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Meet larry, the labeled numpy array
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Who's larry?

The main class of the la package is a labeled array, larry. A larry consists of data and labels. The data is stored as a NumPy array and the labels as a list of lists (one list per dimension).

Here's larry in schematic form:

```             date1    date2    date3
'AAPL'   209.19   207.87   210.11
y = 'IBM'    129.03   130.39   130.55
'DELL'    14.82    15.11    14.94
```

The larry above is stored internally as a Numpy array and a list of lists:

```y.label = [['AAPL', 'IBM', 'DELL'], [date1, date2, date3]]
y.x = np.array([[209.19, 207.87, 210.11],
[129.03, 130.39, 130.55],
[ 14.82,  15.11,  14.94]])
```

A larry can have any number of dimensions except zero. Here, for example, is one way to create a one-dimensional larry:

```>>> import la
>>> y = la.larry([1, 2, 3])
```

In the statement above the list is converted to a Numpy array and the labels default to `range(n)`, where n in this case is 3.

larry has built-in methods such as ranking, merge, shuffle, move_sum, zscore, demean, lag as well as typical Numpy methods like sum, max, std, sign, clip. NaNs are treated as missing data.

Alignment by label is automatic when you add (or subtract, multiply, divide) two larrys. You can also specify the join method (inner, outer, left, right) for binary operations on two larrys with unaligned labels.

You can archive larrys in HDF5 format using save and load or using a dictionary-like interface:

```>>> io = la.IO('/tmp/dataset.hdf5')
>>> io['y'] = y   # <--- save
>>> z = io['y']   # <--- load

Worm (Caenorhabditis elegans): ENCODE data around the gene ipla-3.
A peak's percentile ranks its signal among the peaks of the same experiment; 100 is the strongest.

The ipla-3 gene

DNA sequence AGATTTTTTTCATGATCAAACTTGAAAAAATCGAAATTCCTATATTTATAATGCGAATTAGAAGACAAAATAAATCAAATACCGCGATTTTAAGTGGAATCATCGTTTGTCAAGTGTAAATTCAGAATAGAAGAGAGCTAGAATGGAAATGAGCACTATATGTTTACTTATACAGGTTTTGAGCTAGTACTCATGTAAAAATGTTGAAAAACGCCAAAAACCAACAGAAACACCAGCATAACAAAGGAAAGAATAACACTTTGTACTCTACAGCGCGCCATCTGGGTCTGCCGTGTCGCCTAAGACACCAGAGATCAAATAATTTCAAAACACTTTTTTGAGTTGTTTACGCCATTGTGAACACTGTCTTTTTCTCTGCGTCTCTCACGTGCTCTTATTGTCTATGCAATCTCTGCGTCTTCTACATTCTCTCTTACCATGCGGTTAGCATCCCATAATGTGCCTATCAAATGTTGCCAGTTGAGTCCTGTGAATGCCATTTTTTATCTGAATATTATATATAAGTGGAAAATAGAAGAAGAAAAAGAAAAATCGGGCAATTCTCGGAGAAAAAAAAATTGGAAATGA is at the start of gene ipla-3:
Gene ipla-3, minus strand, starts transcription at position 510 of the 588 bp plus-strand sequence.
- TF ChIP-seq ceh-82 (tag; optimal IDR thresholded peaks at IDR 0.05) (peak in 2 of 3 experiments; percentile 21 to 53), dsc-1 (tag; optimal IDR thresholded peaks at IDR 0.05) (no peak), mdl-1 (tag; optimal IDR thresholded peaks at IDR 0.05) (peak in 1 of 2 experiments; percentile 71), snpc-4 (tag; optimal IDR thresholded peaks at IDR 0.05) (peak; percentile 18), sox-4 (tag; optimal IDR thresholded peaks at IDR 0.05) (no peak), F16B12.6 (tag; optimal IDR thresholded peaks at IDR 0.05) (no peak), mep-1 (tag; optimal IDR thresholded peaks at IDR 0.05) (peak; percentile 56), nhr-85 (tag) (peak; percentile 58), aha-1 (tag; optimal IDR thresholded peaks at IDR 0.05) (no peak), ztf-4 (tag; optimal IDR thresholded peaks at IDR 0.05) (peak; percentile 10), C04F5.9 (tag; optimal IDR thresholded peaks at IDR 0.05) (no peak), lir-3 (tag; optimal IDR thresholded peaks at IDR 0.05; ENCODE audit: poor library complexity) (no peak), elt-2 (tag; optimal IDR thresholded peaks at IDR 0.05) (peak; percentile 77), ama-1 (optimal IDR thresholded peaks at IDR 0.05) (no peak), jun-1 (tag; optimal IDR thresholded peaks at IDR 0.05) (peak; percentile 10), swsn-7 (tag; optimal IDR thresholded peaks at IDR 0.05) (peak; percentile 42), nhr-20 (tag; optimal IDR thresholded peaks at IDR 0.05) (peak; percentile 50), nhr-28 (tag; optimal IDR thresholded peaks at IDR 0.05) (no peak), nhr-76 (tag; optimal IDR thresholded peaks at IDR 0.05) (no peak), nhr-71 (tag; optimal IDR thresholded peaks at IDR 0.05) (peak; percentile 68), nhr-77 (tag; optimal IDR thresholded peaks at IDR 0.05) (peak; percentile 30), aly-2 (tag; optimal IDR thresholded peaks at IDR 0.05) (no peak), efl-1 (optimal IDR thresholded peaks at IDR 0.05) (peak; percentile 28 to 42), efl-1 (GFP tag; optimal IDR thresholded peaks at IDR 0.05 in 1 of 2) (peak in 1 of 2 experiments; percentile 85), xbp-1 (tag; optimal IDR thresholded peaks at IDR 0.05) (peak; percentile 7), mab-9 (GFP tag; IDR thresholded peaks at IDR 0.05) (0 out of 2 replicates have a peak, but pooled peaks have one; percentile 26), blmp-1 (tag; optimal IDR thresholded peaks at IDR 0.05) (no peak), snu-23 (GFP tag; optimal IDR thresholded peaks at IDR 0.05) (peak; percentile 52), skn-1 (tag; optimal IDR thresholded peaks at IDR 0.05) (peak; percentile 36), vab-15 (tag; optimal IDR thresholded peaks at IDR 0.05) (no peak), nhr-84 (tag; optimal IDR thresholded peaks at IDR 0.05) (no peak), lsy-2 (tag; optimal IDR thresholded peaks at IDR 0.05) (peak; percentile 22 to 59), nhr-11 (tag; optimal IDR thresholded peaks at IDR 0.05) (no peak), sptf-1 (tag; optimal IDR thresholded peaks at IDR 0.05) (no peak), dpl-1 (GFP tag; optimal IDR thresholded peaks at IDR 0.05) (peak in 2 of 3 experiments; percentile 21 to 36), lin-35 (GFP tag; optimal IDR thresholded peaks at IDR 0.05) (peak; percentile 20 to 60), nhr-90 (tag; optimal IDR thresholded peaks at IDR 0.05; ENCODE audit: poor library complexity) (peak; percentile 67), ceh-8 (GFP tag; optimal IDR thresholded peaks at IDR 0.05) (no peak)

>>> del io['y']   # <--- delete from archive
```

For the most part larry acts like a Numpy array. And, whenever you want, you have direct access to the Numpy array that holds your data. For example if you have a function, myfunc, that works on Numpy arrays and doesn't change the shape or ordering of the array, then you can use it on a larry, y, like this:

```y.x = myfunc(y.x)
```

larry adds the convenience of labels, provides many built-in methods, and let's you use your existing array functions.

The `la` package is distributed under a Simplified BSD license. Parts of NumPy, Scipy, and numpydoc, which all have BSD licenses, are included in `la`. Parts of matplotlib are also included. See the LICENSE file, which is distributed with the `la` package, for details.

Install

Requirements:

• Python 2.7 or 3.2
• NumPy 1.6.2 or 1.7.0
• Bottleneck 0.7.0
• nose (for unit tests)

Optional:

• h5py, HDF 1.8 (archive larrys in HDF5)
• gcc or MinGW (compile for speed boost)
• SciPy (lar.ranking(norm='gaussian'))

GNU/Linux, Mac OS X et al.

To install `la`:

```\$ python setup.py build
\$ sudo python setup.py install
```

Or, if you wish to specify where `la` is installed, for example inside `/usr/local`:

```\$ python setup.py build
\$ sudo python setup.py install --prefix=/usr/local
```

Alternatively, you can use the makefile to install `la` inplace:

```\$ make all
```

Windows

In order to (optionally) compile the C code in the `la` package you need a Windows version of the gcc compiler. MinGW (Minimalist GNU for Windows) contains gcc and has been used to successfully compile `la` on Windows.

Install MinGW and add it to your system path. Then install `la` with the commands:

```python setup.py build --compiler=mingw32
python setup.py install
```

Post install

After you have installed `la`, run the suite of unit tests:

```>>> import la
>>> la.test()
<snip>
Ran 2995 tests in 9.225s
OK
<nose.result.TextTestResult run=2995 errors=0 failures=0>
```

The `la` package contains C extensions that speed up common alignment operations such as adding two unaligned larrys. If the C extensions don't compile when you build `la` then there's an automatic fallback to python versions of the functions. To see whether you are using the C functions or the Python functions:

```>>> la.info()
la version      0.7.0
la file         /usr/local/lib/python2.6/dist-packages/la/__init__.pyc
NumPy           1.6.2
Bottleneck      0.6.0
HDF5 archiving  Available (h5py 2.0.0)
listmap         Faster C version
listmap_fill    Faster C version
```

Since `la` can run in a pure python mode, you can use `la` by just saving it and making sure that python can find it.